Indians try to sell everything from fruits to expensive watches with 2,000-rupee notes.
MUMBAI: Indians are buying more daily necessities and even high-end branded goods with the soon-to-be-outlawed 2,000-rupee notes so they don’t have to exchange them or put them in banks.
On Friday, the Indian central bank said that the country’s highest-value note would be taken out of circulation by the end of September. Even though it didn’t say why, the move comes before state and national elections in the country. This is a time when, according to experts, cash use usually goes up, often in deals that aren’t recorded.
The change in currency is expected to cause much less trouble than a move in 2016 to make 86 percent of the country’s money worthless overnight.
People have flocked to stores since the weekend to spend the 2000-rupee note so they don’t have to wait in line at banks to swap them or draw the attention of the tax department by depositing large amounts.
Several Indian shops said on Tuesday, the first day the exchange was allowed, that they were happy to take the note because it helped them make more money.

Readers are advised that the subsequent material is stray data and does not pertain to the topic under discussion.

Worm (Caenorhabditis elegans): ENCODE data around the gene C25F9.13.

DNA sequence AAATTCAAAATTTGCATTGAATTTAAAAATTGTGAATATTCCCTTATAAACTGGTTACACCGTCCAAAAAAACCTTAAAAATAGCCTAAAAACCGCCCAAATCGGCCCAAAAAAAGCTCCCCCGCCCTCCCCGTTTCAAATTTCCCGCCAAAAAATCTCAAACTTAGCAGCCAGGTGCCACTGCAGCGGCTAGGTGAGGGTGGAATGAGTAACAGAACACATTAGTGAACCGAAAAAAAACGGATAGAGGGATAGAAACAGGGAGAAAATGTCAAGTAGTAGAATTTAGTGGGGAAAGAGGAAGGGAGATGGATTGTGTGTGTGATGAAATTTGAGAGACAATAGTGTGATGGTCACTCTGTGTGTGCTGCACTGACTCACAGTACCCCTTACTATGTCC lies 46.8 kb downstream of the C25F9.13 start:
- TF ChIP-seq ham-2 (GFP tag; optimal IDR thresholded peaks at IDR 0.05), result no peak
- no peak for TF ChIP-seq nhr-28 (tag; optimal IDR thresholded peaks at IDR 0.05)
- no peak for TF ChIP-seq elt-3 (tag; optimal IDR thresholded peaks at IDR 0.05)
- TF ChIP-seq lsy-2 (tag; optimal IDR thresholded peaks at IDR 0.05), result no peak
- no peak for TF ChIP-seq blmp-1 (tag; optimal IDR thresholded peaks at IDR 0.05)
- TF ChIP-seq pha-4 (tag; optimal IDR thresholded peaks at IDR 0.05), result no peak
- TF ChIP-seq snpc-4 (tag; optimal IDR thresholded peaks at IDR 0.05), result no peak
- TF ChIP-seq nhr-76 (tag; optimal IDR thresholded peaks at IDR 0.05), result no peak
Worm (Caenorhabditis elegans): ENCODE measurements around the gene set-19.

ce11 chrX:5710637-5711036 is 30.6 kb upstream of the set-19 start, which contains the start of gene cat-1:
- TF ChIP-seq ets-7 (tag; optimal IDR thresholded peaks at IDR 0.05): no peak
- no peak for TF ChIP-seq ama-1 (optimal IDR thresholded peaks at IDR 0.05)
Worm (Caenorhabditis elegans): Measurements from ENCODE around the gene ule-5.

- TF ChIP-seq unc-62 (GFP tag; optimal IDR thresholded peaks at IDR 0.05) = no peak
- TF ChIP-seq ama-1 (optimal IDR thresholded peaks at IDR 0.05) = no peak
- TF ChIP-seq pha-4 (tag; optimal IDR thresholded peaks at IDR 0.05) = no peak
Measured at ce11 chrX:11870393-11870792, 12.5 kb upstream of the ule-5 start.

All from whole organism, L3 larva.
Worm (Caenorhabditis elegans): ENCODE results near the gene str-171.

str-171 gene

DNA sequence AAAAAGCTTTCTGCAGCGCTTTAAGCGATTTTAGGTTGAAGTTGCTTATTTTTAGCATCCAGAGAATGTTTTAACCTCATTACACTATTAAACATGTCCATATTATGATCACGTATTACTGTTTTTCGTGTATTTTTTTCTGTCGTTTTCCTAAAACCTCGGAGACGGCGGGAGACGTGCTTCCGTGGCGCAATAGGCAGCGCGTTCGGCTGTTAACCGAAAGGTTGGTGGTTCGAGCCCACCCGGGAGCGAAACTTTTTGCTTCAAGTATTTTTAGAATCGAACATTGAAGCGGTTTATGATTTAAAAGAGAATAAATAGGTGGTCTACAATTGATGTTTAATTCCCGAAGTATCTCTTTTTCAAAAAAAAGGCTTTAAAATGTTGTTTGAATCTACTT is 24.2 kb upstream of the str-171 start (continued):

Since Saturday, a lot of people are buying mangoes with 2,000-rupee notes, said Mohammad Azhar, 30, who sells mangoes near the Crawford Market area in Mumbai, India’s financial capital.
“Now, I get between 8 and 10 notes every day. I accept it. I have no choice; it’s my job. Before September 30, I will put everything in at once. There’s nothing to worry about, since the note is good.” Michael Martis, the manager of a Rado store in a mall in central Mumbai, said that since the withdrawal was announced, the number of 2000-rupee notes in his store had gone up by 60–70%. “That has made us sell three to four watches every day instead of one or two,” said Martis.
On Monday, food delivery company Zomato said on its Twitter account that since Friday, 72% of “cash on delivery” orders have been paid for with 2,000-rupee notes. But when asked for more information, a company spokesman made it clear that the tweet was made in jest and wasn’t true. The company wouldn’t give specific numbers. Not every store owner was eager to take the notes.
“I don’t agree, and I won’t agree. A restaurant owner in South Mumbai said, “I don’t want to go through the trouble of putting it in my bank.”
In 2016, people rushed to banks to exchange the old bills for new ones. This year, however, most bank offices in Mumbai and New Delhi were quiet, with only a few people waiting in line.
The biggest bank in India, State Bank of India, had the most people at its counters because it didn’t require any paperwork to trade up to 20,000 rupees at once.